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Regional Brief 81 Durham’s Tale of Two Tax Increases: County seeks $26.5 million’s worth of sales-tax hikes for schools and transit

Regional Brief 81 Durham’s Tale of Two Tax Increases: County seeks $26.5 million’s worth of sales-tax hikes for schools and transit

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Key facts:
• Durham County commissioners are asking voters to approve two sales-tax increases on November 8. The requested increases would amount to $26.5 million per year.
• Commissioners promise voters that revenue from the proposed quarter-cent sales-tax increase would be used for schools, but there is no legal basis for that promise, so the approximately $9.2 million per year could be used for any legal purpose.
• Commissioners are also asking voters to approve a half-cent sales-tax increase for public transit. Under state law, the tax proceeds may be spent only for the benefit of Durham County. Both the “Durham County Bus and Rail Investment Plan” and Durham County referendum materials indicate that the plan is specifically designed to “enhance regional transit.” Spending from this tax increase would benefit Orange County and Wake County also, not just Durham County.
• The estimated $17.3 million in new revenue from the half-cent sales-tax increase would more than double the county’s current spending on transit.
• Currently, taxpayers pay about $4.50 for each round trip on Durham’s buses.
• If Charlotte’s light-rail system is any measure, and the proposed Triangle rail system becomes reality, the taxpayer subsidy could be about $40.30 for each round trip.
• The proposed Triangle rail system would not solve the Triangle’s traffic congestion and pollution problems because hardly anyone would ride its trains. Of 22 major U.S. cities with rail transit, only one carries more than 3 percent of all the motorized passenger travel, and 16 of those 22 carry less than 1 percent.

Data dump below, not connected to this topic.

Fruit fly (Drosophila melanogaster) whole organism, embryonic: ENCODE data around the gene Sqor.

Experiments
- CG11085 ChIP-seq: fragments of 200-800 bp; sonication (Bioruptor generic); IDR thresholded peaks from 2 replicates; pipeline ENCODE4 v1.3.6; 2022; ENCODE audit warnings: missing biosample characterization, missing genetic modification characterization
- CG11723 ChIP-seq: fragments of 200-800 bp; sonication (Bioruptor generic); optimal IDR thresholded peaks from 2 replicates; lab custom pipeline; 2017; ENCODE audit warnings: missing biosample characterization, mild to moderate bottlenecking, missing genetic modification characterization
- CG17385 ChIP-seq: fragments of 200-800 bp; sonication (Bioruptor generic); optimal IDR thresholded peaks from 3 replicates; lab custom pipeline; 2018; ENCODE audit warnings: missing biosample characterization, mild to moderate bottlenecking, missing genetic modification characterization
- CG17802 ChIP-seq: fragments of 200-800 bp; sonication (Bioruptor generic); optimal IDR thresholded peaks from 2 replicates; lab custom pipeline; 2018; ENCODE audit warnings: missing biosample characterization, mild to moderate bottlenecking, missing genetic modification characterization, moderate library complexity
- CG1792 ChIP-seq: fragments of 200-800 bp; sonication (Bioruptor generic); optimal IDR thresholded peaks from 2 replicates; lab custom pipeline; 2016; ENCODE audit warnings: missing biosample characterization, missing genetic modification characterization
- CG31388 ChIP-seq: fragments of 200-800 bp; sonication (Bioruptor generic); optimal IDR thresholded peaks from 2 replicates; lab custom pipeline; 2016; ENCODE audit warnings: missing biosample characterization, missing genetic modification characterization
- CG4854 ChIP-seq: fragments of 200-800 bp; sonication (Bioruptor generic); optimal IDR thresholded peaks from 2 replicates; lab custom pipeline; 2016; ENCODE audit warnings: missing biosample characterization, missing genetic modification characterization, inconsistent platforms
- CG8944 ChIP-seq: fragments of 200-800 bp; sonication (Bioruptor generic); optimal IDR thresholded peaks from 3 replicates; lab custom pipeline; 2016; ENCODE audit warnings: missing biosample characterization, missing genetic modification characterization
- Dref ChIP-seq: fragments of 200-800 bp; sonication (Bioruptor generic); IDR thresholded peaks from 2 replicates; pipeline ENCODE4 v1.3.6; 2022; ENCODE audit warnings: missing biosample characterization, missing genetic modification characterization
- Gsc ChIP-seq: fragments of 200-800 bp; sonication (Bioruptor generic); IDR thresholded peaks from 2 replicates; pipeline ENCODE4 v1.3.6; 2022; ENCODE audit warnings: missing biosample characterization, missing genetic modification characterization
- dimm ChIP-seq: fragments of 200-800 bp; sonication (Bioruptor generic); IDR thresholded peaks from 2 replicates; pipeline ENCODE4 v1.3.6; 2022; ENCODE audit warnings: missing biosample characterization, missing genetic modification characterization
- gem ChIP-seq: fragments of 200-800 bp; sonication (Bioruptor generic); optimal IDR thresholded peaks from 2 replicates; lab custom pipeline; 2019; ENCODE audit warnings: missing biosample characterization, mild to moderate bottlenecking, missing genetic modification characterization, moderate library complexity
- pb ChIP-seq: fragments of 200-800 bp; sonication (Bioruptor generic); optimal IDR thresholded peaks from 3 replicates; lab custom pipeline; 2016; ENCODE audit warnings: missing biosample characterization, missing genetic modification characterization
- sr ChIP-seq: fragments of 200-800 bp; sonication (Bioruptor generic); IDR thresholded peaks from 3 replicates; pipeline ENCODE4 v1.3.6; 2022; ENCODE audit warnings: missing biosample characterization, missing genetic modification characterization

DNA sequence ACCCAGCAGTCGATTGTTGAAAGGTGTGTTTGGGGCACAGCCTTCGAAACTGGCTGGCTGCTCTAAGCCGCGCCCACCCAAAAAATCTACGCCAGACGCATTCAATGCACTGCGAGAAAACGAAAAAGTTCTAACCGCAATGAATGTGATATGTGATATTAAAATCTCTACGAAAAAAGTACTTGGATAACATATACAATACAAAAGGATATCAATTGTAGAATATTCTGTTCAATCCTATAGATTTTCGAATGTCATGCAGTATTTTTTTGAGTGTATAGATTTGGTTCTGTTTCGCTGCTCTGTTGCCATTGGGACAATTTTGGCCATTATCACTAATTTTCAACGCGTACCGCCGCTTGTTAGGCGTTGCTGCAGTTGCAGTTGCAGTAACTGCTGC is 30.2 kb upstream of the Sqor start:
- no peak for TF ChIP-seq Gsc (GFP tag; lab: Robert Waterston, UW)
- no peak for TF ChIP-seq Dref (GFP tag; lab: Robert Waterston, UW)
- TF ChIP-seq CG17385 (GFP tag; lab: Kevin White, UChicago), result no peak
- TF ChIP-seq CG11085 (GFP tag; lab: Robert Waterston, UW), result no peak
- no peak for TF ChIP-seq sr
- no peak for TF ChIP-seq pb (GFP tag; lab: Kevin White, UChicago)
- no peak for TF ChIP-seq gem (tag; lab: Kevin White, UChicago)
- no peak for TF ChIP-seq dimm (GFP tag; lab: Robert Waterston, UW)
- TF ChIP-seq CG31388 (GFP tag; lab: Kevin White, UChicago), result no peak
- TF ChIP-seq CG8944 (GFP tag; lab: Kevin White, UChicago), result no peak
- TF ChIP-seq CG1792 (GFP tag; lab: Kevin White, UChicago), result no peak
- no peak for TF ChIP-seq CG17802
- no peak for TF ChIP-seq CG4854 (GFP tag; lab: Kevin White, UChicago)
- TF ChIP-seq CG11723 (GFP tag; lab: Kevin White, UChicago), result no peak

• Durham’s spending and revenues have grown faster than population and inflation over the last five years.
• Between 2004 and 2010, Durham County has spent more per-pupil dollars on K-12 public education than nearly any other school district in the state.
• Between 2004 and 2010, Durham Public Schools spent an average of $1,072 more per student than the state average expenditure.
• Despite spending more than the state average, Durham Public Schools have a below-average return on educational investment. Durham’s taxpayers are not getting their tax money’s worth out of the school system.
Key facts:
• Durham County commissioners are asking voters to approve two sales-tax increases on November 8. The requested increases would amount to $26.5 million per year.
• Commissioners promise voters that revenue from the proposed quarter-cent sales-tax increase would be used for schools, but there is no legal basis for that promise, so the approximately $9.2 million per year could be used for any legal purpose.
• Commissioners are also asking voters to approve a half-cent sales-tax increase for public transit. Under state law, the tax proceeds may be spent only for the benefit of Durham County. Both the “Durham County Bus and Rail Investment Plan” and Durham County referendum materials indicate that the plan is specifically designed to “enhance regional transit.” Spending from this tax increase would benefit Orange County and Wake County also, not just Durham County.
• The estimated $17.3 million in new revenue from the half-cent sales-tax increase would more than double the county’s current spending on transit.